In the late 1700s, locksmith—and hydraulic engineer—Joseph Bramah patented an invention called the beer engine, a device used for pumping beer out of a cask. Today we know this as the keg, but it wasn’t until the 1970s that the pressurized beer keg was perfected, and thanks to the keg stands of the 1978 movie Animal House, became mainstream. Flash forward to today’s keg and you will find that the iconic barrel stands for libations other than just beer.
Oregon wineries such as Grochau Cellars, Crowley Wines and Stoller Vineyards have been working towards perfecting the craft of keg wines, mostly at the direct request of restaurants. More and more tap handles in dining establishments are dispensing not only frothy cold beer but red, white and pink wine.
Kegs for wine are well suited for restaurants for the same reason they work so well with beer—preserved freshness and minimized waste. Irving Street Kitchen and The Bent Brick are two Portland eateries committed to the idea of wine-on-tap. Each restaurant has at least as many wines on tap as fingers on your hands and an entire system dedicated to the perfect pour. The Bent Brick, which started working with wine on tap when they opened in June of 2011, currently has 16 wine taps. “We like it for many reasons. First of all, there is no wine spoilage due to a bad cork or oxidation. There is no waste or excess packaging from bottles, since the kegs are refillable,” explains Bent Bricks general manager, Anna Josephson, who adds, “Also, we have developed beautiful relationships with the local wineries, because we get most of our wines directly from them.”
For John Grochau, owner and winemaker of Portland urban winery Grochau Cellars, it was restaurants that inspired him to start “kegging” in 2009. “I have played with alternative packaging a few times (like bag in box), but it wasn’t until Irving Street Kitchen came to me asking if I would package wine in kegs for table service in their restaurants that I started looking seriously at the concept,” says Grouchau, who now sells some of his wine via keg to two Portland locations: St. Jack and The Bent Brick.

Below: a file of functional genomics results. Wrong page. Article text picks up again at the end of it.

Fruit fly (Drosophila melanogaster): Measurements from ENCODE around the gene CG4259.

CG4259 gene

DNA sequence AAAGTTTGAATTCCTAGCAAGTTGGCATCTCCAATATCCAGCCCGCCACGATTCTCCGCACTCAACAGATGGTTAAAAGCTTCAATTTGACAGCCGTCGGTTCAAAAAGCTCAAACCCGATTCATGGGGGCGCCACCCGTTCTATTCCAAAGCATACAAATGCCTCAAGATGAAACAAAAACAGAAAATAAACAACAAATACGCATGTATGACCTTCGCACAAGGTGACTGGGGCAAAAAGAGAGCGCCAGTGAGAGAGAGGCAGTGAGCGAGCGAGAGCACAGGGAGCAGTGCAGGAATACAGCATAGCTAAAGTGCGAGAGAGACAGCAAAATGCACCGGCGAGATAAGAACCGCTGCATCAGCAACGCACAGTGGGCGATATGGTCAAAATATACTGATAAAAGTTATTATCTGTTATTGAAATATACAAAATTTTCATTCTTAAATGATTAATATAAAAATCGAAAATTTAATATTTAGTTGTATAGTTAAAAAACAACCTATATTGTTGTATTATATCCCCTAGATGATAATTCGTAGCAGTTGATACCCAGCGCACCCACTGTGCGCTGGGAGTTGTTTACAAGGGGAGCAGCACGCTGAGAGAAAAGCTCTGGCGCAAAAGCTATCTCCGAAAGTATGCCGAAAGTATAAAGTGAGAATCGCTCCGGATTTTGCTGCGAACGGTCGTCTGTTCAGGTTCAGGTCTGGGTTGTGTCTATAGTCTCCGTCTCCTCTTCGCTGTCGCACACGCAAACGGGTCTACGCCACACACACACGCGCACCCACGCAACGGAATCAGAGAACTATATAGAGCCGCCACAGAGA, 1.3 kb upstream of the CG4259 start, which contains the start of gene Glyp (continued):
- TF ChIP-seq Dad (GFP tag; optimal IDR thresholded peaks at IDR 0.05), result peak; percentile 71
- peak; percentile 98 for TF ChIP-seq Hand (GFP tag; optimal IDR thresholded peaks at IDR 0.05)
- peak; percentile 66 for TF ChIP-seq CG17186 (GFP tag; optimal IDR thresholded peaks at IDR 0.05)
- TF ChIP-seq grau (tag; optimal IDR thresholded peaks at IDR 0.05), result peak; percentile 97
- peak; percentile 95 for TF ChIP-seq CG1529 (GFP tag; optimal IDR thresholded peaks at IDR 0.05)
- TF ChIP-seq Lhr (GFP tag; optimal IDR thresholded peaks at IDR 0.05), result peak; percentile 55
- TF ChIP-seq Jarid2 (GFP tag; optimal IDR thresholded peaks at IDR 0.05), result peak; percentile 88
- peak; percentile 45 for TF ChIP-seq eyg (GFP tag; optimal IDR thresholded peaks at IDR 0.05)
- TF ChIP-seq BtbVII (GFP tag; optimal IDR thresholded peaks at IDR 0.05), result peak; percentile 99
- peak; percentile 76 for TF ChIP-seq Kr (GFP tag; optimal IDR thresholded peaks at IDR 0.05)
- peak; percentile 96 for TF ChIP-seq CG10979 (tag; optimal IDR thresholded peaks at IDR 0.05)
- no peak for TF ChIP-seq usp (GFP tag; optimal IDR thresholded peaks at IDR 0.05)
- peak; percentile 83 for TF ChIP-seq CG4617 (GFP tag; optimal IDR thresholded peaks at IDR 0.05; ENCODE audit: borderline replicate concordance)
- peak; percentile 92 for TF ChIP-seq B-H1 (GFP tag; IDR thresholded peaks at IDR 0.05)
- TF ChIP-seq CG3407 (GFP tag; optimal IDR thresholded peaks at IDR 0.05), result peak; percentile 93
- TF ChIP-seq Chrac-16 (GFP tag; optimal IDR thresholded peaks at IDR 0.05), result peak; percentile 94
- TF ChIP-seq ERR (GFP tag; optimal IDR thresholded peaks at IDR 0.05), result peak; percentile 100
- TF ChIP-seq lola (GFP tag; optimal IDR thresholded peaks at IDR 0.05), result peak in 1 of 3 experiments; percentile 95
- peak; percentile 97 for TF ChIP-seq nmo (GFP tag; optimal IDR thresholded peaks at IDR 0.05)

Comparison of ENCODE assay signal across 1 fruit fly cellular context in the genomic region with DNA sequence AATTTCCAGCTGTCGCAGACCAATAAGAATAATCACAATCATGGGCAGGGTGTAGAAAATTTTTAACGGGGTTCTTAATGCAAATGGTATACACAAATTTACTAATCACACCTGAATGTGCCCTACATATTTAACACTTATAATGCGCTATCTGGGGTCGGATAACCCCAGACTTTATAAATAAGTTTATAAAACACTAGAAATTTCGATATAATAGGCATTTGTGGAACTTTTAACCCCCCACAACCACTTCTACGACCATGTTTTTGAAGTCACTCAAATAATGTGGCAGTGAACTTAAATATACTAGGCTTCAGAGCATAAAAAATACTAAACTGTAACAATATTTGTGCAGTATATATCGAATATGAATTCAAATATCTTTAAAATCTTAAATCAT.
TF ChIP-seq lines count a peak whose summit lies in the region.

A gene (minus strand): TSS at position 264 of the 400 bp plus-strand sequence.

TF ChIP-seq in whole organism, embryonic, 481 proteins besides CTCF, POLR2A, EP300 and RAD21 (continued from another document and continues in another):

Tyson Crowley, owner and winemaker for Crowley Wines, has his wine on tap at Oven and Shaker as well as St. Jack. For him, it’s about wine for wine’s sake. “I am drawn to the simplicity of wine served in a carafe sitting on a dining table being enjoyed without being swooned over. It evokes an old world sensibility where I imagine wine as a background element in a dining experience, not a central focus. Somehow the stripped down aspect of that has always seemed very pure and lovely,” reflects Crowley.
The cost is the crutch, and that cost is the tap system. You can’t just throw a wine keg on a beer line and expect it to work. Several things negate the success of this method; the most off-putting of theses effects is the interaction with the metal connectors on standard beer lines which creates a not so desirable chemical reaction in the wine when it comes out the tap. A restaurant must be committed to the program and willing to make the initial investment in wine-compatible lines. Once the system is in, though, it makes for not only a higher quality and more sustainable product but the effect for the customer is—simply put—very cool.
The future of keg wine is ambiguous because of the novelty and uncertainty associated with the willingness of both wineries, to produce in the new style, and restaurants, to cover the costs of line installation. Legislation issues for distribution are also a consideration. Still, legislators seem receptive a select group of winemakers will work on perfecting the process. We are convinced Oregon can expect to see a lot more wines on tap in both restaurants and retail stores (and maybe even farmers markets). For now let us raise a glass of keg vino to John Belushi and the rest of the men of Delta Tau Chi Fraternity who helped make this moment possible….oh how far we have come.
It would be even cooler if carafe prices from keg were similar to the prices paid in Europe.